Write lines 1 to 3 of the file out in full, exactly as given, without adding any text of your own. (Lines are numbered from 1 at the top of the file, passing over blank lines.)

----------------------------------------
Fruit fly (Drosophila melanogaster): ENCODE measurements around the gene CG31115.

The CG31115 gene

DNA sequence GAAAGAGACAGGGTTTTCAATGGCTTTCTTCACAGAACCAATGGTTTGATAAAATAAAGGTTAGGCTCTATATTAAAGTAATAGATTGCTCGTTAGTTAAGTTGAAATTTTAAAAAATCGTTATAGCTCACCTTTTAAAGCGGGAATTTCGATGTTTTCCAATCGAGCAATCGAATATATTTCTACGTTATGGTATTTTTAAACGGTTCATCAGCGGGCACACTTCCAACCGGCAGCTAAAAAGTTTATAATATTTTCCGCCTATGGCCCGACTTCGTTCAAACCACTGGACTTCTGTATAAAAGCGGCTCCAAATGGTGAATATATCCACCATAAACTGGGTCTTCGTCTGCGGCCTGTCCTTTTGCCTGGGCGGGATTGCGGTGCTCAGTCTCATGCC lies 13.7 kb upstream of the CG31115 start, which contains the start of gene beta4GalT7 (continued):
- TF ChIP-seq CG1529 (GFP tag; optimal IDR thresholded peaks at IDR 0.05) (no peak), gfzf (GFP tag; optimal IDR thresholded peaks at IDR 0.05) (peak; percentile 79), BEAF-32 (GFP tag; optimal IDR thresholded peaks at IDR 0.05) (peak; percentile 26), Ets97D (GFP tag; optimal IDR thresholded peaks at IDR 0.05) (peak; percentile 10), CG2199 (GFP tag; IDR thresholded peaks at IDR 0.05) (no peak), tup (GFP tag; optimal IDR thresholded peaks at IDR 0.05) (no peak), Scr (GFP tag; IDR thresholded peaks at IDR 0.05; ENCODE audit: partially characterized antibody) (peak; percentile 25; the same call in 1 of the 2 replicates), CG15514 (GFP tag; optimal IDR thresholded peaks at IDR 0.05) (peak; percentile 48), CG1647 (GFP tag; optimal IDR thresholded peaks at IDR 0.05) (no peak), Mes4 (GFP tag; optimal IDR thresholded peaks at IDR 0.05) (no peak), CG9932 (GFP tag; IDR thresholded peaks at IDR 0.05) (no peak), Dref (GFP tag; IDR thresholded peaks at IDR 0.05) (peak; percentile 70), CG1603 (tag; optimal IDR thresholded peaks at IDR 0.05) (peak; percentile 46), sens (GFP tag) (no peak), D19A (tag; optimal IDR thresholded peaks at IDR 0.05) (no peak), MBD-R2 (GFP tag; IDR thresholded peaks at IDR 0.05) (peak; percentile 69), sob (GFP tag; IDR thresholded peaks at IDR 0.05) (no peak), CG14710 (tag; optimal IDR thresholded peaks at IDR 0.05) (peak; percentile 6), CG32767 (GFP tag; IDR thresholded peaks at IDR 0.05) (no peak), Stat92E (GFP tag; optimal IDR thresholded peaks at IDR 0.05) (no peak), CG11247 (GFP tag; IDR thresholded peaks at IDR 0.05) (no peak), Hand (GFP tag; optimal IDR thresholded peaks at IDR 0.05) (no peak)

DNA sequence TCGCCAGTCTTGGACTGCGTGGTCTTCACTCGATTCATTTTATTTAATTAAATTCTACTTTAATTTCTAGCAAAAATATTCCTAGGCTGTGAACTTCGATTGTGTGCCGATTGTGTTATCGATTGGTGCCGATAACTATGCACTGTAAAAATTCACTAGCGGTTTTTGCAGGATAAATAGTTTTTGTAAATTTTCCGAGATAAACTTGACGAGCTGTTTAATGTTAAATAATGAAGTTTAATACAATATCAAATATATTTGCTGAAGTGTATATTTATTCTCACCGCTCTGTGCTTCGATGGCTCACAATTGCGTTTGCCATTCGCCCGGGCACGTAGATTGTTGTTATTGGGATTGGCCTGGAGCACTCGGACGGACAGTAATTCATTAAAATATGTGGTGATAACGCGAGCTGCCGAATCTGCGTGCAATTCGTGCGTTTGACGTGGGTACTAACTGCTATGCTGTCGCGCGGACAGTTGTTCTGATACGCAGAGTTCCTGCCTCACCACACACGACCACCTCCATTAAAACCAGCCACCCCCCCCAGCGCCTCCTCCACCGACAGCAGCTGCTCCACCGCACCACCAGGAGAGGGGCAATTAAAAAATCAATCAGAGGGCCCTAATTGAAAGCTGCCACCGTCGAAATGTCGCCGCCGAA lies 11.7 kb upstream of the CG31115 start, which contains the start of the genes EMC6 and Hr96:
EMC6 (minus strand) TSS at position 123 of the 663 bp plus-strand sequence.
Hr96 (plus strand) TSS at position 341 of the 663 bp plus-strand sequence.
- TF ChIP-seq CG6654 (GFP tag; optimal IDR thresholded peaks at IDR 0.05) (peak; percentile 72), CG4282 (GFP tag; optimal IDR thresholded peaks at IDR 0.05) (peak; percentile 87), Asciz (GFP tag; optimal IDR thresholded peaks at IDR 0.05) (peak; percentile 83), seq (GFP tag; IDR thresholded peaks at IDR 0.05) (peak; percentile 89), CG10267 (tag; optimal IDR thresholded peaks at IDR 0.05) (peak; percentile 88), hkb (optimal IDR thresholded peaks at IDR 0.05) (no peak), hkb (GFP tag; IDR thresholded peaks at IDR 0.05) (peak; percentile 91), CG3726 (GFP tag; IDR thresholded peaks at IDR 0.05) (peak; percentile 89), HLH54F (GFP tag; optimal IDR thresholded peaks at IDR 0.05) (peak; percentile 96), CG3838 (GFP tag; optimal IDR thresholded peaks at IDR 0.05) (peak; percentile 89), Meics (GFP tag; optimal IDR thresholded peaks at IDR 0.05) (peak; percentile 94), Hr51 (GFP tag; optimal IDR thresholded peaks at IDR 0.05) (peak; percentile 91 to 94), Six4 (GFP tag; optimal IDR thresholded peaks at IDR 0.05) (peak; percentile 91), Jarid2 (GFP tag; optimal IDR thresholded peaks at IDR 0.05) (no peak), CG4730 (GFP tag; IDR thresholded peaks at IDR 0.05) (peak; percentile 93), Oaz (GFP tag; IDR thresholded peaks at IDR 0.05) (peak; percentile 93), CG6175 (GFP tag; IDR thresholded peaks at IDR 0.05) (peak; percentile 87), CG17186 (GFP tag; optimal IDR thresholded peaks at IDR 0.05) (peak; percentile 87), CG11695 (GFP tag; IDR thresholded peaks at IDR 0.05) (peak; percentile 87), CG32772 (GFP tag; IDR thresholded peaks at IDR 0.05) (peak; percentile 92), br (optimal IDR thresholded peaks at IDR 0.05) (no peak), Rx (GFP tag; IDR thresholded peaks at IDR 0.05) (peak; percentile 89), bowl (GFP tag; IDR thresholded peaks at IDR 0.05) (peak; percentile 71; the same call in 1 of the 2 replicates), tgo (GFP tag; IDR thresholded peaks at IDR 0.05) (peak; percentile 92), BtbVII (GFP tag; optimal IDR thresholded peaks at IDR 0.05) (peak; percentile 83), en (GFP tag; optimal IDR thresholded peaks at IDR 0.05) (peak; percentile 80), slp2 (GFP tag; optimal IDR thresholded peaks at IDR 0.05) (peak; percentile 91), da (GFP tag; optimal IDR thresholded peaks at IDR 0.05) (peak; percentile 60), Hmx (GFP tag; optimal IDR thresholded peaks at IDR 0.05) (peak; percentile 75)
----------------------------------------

Fruit fly (Drosophila melanogaster): ENCODE measurements around the gene CG31115.

The CG31115 gene

DNA sequence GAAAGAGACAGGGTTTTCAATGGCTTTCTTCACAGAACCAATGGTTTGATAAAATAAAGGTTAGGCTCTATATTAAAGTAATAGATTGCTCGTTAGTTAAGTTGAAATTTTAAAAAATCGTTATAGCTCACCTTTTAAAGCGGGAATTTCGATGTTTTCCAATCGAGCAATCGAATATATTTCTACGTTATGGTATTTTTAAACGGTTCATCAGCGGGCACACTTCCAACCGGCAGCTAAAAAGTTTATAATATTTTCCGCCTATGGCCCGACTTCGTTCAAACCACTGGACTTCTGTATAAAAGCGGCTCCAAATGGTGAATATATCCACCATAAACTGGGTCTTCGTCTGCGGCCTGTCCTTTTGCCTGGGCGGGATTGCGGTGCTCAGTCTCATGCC lies 13.7 kb upstream of the CG31115 start, which contains the start of gene beta4GalT7 (continued):